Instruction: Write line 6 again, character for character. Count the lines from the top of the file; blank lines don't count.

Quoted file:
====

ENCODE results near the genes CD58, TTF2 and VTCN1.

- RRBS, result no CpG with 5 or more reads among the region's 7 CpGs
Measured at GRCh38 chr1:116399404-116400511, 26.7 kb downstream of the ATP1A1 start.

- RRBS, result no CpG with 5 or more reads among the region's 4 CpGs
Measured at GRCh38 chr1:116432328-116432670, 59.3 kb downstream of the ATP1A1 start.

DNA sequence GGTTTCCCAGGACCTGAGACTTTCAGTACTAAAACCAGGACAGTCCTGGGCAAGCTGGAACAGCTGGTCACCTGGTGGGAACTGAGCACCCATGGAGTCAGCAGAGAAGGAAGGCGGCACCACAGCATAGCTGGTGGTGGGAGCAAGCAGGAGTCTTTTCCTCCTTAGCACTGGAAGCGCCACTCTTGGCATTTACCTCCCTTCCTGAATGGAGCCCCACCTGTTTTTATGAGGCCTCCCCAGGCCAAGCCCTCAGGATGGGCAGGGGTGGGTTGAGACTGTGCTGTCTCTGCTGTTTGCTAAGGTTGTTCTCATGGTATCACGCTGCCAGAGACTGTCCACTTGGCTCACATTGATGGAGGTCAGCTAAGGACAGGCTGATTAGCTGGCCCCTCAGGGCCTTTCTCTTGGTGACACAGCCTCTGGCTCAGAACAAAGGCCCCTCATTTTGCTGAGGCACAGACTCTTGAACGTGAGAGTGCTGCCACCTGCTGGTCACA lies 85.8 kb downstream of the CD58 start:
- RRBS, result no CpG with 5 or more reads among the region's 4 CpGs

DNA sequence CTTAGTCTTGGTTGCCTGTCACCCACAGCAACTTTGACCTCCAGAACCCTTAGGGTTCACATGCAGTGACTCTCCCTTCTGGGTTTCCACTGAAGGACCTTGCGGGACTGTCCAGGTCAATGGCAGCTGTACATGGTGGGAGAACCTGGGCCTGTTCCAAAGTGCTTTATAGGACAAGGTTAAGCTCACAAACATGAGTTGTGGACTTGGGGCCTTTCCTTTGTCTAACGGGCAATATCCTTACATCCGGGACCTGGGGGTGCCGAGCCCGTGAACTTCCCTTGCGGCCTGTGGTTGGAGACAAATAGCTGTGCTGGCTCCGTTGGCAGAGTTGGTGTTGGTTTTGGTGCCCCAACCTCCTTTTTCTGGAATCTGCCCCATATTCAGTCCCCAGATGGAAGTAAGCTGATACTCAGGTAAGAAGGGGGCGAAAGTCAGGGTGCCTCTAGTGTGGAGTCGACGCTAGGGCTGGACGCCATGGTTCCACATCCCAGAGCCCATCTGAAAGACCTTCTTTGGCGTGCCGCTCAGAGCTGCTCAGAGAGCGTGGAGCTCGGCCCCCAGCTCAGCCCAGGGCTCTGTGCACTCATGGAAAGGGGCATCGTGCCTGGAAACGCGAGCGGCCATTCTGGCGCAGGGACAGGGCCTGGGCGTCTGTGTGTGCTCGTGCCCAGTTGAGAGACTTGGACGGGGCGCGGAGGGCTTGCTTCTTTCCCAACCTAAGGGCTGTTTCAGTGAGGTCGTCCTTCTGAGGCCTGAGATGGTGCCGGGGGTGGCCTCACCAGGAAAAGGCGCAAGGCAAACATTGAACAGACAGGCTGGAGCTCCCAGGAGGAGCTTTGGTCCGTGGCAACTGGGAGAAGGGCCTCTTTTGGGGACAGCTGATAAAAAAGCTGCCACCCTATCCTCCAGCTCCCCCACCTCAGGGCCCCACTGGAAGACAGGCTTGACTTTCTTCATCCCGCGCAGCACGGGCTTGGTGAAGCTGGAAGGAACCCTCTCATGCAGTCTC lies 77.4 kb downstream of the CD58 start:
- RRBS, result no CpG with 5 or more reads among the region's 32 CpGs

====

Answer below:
DNA sequence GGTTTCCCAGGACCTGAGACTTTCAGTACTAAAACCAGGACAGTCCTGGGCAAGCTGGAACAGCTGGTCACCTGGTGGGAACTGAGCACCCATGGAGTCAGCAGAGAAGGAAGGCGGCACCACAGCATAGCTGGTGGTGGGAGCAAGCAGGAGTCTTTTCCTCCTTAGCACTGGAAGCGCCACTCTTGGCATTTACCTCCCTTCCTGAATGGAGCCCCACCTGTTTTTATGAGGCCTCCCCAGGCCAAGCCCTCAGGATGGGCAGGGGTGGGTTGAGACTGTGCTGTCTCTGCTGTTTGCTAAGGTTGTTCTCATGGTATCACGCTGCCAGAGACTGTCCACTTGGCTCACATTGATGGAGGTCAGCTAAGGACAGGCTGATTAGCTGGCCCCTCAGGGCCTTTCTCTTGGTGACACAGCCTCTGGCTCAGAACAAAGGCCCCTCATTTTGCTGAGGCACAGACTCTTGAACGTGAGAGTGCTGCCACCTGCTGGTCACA lies 85.8 kb downstream of the CD58 start: